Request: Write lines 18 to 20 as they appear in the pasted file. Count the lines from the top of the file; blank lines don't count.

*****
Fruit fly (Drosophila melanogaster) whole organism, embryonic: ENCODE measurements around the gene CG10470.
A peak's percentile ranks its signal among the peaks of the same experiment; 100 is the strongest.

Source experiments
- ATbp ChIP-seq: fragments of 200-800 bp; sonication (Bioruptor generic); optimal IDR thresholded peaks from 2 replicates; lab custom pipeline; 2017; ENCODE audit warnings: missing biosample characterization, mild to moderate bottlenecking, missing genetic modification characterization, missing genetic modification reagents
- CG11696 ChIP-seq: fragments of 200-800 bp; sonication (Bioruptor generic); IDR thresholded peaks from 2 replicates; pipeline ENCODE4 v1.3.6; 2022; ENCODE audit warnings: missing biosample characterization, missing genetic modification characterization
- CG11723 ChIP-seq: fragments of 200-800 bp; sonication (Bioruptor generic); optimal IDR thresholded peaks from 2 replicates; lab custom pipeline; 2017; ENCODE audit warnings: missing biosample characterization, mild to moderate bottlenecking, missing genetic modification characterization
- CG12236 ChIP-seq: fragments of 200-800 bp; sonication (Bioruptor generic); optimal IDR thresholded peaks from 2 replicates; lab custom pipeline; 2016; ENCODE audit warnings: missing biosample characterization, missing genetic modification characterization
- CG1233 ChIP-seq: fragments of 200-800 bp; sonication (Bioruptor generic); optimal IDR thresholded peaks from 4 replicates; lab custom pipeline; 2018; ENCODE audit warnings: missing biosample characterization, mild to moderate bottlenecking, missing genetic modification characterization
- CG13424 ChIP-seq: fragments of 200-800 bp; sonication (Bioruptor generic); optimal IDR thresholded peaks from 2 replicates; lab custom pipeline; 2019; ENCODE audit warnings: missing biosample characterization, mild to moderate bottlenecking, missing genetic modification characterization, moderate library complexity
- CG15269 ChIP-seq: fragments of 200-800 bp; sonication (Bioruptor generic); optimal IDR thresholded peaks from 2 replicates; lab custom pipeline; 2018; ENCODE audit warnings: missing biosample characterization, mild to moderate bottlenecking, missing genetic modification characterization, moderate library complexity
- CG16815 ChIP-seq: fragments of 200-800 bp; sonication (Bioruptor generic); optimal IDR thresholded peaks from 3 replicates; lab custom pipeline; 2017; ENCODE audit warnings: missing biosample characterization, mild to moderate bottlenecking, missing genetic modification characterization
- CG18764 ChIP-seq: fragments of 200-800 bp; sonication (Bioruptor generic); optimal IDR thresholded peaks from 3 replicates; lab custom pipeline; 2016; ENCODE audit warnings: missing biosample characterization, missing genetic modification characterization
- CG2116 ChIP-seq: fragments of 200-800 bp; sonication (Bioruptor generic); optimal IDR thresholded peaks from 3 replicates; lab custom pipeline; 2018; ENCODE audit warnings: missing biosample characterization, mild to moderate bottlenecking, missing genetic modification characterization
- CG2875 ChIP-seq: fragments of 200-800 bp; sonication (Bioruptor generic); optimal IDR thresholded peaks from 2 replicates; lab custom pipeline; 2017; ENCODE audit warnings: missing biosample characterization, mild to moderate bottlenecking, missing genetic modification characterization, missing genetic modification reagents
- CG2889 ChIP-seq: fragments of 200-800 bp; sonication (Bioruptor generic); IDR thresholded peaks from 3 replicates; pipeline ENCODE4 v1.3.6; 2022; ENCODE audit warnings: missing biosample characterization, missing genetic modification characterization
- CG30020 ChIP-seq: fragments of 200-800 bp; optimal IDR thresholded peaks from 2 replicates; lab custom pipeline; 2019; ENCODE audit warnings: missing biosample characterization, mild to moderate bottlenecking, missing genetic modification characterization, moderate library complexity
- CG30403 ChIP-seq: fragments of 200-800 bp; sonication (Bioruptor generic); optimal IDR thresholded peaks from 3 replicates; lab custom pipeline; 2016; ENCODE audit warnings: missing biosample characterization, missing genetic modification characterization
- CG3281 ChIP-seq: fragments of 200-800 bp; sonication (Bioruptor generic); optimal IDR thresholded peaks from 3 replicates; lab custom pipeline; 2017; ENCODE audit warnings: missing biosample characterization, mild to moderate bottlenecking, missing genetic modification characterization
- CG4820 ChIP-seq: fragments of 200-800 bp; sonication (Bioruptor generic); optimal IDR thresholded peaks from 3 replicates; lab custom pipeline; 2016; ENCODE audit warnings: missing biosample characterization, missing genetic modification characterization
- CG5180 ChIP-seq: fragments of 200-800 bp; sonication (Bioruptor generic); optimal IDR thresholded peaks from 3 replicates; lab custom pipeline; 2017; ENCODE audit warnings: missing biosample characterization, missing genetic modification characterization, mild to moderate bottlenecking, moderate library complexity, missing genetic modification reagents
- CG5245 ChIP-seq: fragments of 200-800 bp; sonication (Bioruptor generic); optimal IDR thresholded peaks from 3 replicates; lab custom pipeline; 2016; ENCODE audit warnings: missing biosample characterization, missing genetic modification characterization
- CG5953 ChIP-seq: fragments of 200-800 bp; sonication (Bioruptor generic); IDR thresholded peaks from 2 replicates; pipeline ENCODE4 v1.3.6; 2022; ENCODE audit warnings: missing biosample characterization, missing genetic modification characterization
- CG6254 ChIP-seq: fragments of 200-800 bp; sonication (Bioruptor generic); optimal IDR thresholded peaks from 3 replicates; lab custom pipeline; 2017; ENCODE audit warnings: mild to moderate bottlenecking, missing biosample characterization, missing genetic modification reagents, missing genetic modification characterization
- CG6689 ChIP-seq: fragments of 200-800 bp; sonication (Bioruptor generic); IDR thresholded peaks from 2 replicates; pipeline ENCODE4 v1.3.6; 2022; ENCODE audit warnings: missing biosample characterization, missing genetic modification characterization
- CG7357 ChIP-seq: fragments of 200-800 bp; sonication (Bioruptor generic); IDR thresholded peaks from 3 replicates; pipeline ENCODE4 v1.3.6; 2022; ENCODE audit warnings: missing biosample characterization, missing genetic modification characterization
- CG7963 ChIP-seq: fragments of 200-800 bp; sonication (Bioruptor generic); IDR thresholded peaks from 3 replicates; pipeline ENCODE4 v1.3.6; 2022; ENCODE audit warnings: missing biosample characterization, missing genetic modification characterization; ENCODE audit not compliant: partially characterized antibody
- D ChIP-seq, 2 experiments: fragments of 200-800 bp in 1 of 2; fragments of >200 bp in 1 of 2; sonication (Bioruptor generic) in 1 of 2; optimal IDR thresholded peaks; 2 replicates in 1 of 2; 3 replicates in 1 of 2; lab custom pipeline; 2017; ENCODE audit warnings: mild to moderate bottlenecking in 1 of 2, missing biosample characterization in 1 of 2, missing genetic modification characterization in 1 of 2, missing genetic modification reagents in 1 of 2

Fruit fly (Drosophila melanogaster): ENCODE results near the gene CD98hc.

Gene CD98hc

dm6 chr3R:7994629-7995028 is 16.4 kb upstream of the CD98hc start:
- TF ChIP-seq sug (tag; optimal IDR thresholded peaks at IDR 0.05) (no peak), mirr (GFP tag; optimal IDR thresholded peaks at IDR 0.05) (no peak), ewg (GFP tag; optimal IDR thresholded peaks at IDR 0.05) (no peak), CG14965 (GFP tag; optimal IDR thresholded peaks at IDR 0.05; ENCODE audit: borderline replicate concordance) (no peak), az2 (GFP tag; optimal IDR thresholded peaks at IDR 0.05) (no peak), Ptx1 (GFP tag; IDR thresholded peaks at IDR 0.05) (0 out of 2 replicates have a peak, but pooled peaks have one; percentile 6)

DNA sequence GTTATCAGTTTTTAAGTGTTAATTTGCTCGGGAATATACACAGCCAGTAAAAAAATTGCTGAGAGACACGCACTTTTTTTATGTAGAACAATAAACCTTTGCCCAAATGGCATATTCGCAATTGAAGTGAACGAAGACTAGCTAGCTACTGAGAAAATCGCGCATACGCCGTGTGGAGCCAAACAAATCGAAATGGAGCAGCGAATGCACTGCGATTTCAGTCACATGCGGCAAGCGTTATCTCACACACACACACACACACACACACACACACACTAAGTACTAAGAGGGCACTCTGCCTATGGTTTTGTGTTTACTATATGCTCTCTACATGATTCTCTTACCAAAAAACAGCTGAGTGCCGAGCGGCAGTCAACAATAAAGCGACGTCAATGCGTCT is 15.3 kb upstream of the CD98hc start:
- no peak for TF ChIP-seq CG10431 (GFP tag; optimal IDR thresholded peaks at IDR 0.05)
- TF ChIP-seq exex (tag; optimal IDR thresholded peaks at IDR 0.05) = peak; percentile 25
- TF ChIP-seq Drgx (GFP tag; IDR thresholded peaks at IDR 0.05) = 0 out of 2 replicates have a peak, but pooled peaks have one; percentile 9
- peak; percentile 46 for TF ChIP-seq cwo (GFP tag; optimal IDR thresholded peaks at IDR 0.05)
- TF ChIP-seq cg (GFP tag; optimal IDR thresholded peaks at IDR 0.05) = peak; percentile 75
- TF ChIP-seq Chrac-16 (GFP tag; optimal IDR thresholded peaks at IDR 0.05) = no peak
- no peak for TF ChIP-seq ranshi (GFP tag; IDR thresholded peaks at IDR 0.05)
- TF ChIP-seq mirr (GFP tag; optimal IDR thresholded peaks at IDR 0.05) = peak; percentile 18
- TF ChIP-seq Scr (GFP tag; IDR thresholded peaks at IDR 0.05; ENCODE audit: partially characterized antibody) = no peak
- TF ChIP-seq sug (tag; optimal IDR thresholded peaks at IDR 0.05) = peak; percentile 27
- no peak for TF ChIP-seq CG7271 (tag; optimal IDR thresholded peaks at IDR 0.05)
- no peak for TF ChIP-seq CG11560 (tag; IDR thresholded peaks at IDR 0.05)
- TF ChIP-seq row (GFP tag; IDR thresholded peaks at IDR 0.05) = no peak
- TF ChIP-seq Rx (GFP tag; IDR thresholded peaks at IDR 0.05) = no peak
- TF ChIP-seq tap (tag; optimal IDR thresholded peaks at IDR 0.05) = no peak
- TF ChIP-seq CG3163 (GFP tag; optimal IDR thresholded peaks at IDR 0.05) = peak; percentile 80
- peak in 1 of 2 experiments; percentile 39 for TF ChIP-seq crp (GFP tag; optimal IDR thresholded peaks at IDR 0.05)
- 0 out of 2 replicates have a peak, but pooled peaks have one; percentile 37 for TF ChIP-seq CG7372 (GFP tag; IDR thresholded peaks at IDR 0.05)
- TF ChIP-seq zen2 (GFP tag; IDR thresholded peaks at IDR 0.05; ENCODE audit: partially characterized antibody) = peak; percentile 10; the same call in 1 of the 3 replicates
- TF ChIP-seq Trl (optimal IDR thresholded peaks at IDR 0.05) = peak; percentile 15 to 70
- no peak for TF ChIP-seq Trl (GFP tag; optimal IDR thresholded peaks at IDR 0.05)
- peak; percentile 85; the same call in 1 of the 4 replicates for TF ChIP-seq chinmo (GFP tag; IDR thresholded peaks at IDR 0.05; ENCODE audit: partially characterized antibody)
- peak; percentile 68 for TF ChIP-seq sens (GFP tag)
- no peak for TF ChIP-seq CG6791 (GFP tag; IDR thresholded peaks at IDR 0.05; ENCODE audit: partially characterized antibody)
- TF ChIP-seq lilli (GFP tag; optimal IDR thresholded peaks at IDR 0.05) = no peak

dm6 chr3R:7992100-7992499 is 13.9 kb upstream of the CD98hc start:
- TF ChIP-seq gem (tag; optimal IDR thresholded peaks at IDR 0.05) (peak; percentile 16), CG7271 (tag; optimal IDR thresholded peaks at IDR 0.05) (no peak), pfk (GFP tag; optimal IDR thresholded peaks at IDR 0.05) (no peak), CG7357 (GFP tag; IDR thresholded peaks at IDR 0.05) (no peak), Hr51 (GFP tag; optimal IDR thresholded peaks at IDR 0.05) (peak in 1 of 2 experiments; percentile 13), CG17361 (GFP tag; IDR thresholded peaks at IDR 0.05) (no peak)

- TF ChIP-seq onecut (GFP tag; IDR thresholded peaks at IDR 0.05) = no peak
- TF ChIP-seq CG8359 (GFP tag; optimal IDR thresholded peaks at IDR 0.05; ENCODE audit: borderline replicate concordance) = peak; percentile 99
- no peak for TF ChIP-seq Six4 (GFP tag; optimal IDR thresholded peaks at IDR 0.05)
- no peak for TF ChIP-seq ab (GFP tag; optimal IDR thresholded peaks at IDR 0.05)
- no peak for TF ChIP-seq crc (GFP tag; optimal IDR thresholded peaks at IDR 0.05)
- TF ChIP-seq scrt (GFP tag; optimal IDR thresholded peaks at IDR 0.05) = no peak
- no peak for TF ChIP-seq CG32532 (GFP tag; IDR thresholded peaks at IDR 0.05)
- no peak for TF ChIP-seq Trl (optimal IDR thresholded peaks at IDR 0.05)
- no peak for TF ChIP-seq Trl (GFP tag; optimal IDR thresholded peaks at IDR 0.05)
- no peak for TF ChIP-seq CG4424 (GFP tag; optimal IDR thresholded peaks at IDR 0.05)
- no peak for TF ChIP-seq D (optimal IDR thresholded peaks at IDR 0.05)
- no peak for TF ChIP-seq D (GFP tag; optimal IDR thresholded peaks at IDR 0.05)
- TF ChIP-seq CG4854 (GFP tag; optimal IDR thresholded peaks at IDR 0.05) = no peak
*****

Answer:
- CG3281 ChIP-seq: fragments of 200-800 bp; sonication (Bioruptor generic); optimal IDR thresholded peaks from 3 replicates; lab custom pipeline; 2017; ENCODE audit warnings: missing biosample characterization, mild to moderate bottlenecking, missing genetic modification characterization
- CG4820 ChIP-seq: fragments of 200-800 bp; sonication (Bioruptor generic); optimal IDR thresholded peaks from 3 replicates; lab custom pipeline; 2016; ENCODE audit warnings: missing biosample characterization, missing genetic modification characterization
- CG5180 ChIP-seq: fragments of 200-800 bp; sonication (Bioruptor generic); optimal IDR thresholded peaks from 3 replicates; lab custom pipeline; 2017; ENCODE audit warnings: missing biosample characterization, missing genetic modification characterization, mild to moderate bottlenecking, moderate library complexity, missing genetic modification reagents